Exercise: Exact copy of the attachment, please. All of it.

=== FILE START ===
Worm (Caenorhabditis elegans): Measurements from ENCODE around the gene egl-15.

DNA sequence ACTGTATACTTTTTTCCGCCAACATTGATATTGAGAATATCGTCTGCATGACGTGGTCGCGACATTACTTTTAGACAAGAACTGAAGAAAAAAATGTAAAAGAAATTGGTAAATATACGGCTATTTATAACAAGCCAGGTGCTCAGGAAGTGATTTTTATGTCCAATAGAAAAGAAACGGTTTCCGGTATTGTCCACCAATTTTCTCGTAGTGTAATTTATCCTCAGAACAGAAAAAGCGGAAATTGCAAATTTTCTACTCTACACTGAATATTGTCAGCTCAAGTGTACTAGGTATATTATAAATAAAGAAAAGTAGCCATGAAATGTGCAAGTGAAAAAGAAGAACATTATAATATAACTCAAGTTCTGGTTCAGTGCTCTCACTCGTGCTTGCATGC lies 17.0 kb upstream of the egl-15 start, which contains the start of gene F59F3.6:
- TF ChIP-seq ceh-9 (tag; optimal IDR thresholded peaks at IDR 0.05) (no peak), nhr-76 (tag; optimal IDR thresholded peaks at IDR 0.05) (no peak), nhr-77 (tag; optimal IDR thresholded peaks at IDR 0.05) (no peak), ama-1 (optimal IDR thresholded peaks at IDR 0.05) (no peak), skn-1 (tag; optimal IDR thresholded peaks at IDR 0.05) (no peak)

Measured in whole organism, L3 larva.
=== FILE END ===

Worm (Caenorhabditis elegans): Measurements from ENCODE around the gene egl-15.

DNA sequence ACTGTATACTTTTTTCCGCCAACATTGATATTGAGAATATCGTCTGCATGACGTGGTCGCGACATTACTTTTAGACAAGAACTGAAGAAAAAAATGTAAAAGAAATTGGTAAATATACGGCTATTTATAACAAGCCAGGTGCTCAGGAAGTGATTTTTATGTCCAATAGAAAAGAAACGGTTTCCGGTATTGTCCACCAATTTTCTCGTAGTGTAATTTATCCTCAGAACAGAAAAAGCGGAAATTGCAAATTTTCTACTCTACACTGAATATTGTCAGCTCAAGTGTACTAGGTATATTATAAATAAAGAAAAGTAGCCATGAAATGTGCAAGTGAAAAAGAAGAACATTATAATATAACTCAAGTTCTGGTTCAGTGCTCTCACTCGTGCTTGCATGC lies 17.0 kb upstream of the egl-15 start, which contains the start of gene F59F3.6:
- TF ChIP-seq ceh-9 (tag; optimal IDR thresholded peaks at IDR 0.05) (no peak), nhr-76 (tag; optimal IDR thresholded peaks at IDR 0.05) (no peak), nhr-77 (tag; optimal IDR thresholded peaks at IDR 0.05) (no peak), ama-1 (optimal IDR thresholded peaks at IDR 0.05) (no peak), skn-1 (tag; optimal IDR thresholded peaks at IDR 0.05) (no peak)

Measured in whole organism, L3 larva.